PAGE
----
Before I left for vacation, I read an article about the skill required to accurately paint (not draw) the leaves of an olive tree. The difficulty was the change in the hue of each leaf as the day progressed into night. I didn’t think about the article again until I went to the Mint Museum in Charlotte, North Carolina and stood in front of the watercolors of one of my favorite artists, Gabriel Carelli.
Gabriel Carelli was an Italian artist who lived from 1831 to 1900. He was a travel artist who was popular with those who wanted to display exotic locations in their homes. Such displays were trendy in the 19th century. Family, friends and visitors could admire a Gabriel Carelli owner’s worldly, good taste. Besides, Mr. Carelli was talented. His watercolors of Russia, Wales, southern Europe and north Africa are beautiful.
As I moved slowly from painting to painting, admiring his mastery of water, sky, man-made structures, rocks, palms, and other plants, I noticed something odd. He couldn’t paint olive trees and leaves very well, in fact, when he did paint an olive tree he would opt for the old standby “the bushy foliage” technique. This technique opts for shape as a guide to subject. You don’t need to look too hard to know what the shape is depicting. It’s an easy out. It sort of reminds me of (emphasis on ‘sort of’) when Mr. Olive Crazy said, after watching Ocean’s Thirteen, “Ellen Barkin is pretty hot if you squint a little bit.”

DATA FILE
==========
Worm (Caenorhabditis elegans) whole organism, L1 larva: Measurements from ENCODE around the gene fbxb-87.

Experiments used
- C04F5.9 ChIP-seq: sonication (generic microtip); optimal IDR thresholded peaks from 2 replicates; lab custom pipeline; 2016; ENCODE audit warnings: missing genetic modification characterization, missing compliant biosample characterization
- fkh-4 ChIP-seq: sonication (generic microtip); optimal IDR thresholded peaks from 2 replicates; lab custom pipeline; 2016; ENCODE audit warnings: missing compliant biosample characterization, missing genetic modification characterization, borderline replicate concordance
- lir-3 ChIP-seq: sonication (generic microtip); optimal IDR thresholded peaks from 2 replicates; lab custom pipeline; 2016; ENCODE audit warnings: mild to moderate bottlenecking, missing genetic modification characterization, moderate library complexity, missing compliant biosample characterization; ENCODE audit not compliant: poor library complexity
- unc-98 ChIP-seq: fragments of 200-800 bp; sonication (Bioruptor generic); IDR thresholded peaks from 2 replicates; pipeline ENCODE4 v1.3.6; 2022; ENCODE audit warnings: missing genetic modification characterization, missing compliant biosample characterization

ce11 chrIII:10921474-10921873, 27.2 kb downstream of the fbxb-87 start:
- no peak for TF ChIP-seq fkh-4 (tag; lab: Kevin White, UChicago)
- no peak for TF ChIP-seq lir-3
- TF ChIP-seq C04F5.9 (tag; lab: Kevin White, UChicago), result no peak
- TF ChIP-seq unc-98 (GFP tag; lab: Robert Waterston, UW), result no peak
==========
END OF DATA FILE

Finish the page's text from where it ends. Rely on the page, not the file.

Here is a video, using “the bushy foliage” technique to draw an olive tree. It makes me cringe, so of course you must watch it and cringe along with me, or use it to spark your future career as a great artist.
How to Draw Olive Trees —powered by eHow.com
Here are two modern artists, Marthe (one name like Cher) and Guido Borelli, who have painted some realistic looking olive leaves. The trunk of Borelli’s olive tree is off but the leaves are both abstract and realistic at the same time.
May the sun shine through your branches.